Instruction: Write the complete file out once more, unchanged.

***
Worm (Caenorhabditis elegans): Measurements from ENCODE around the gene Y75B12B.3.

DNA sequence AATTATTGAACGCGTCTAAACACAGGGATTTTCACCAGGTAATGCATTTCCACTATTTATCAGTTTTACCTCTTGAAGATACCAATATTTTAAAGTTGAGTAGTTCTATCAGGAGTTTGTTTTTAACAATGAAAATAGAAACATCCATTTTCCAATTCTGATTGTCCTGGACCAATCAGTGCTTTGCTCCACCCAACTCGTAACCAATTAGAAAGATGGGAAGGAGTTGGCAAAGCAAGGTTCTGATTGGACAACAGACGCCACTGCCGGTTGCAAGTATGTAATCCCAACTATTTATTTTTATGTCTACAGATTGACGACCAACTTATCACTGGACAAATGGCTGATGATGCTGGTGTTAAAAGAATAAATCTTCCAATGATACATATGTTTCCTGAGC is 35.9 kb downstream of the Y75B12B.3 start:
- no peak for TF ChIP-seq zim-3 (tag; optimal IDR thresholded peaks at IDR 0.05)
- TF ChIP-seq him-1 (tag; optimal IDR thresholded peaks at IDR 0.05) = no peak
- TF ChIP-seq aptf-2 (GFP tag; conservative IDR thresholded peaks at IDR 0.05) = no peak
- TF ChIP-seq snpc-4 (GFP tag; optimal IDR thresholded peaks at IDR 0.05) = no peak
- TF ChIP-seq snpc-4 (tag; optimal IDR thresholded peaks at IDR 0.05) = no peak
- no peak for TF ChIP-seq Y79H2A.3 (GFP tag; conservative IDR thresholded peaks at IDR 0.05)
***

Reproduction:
Worm (Caenorhabditis elegans): Measurements from ENCODE around the gene Y75B12B.3.

DNA sequence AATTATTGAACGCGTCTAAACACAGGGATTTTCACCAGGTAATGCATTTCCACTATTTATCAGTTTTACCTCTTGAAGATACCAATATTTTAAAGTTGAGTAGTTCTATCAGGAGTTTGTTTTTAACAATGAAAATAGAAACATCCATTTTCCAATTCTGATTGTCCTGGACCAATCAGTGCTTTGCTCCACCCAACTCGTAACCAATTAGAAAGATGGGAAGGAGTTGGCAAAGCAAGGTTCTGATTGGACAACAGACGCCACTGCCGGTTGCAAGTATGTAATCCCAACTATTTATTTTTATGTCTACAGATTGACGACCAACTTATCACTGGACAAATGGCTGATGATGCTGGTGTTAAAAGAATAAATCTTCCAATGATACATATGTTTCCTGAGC is 35.9 kb downstream of the Y75B12B.3 start:
- no peak for TF ChIP-seq zim-3 (tag; optimal IDR thresholded peaks at IDR 0.05)
- TF ChIP-seq him-1 (tag; optimal IDR thresholded peaks at IDR 0.05) = no peak
- TF ChIP-seq aptf-2 (GFP tag; conservative IDR thresholded peaks at IDR 0.05) = no peak
- TF ChIP-seq snpc-4 (GFP tag; optimal IDR thresholded peaks at IDR 0.05) = no peak
- TF ChIP-seq snpc-4 (tag; optimal IDR thresholded peaks at IDR 0.05) = no peak
- no peak for TF ChIP-seq Y79H2A.3 (GFP tag; conservative IDR thresholded peaks at IDR 0.05)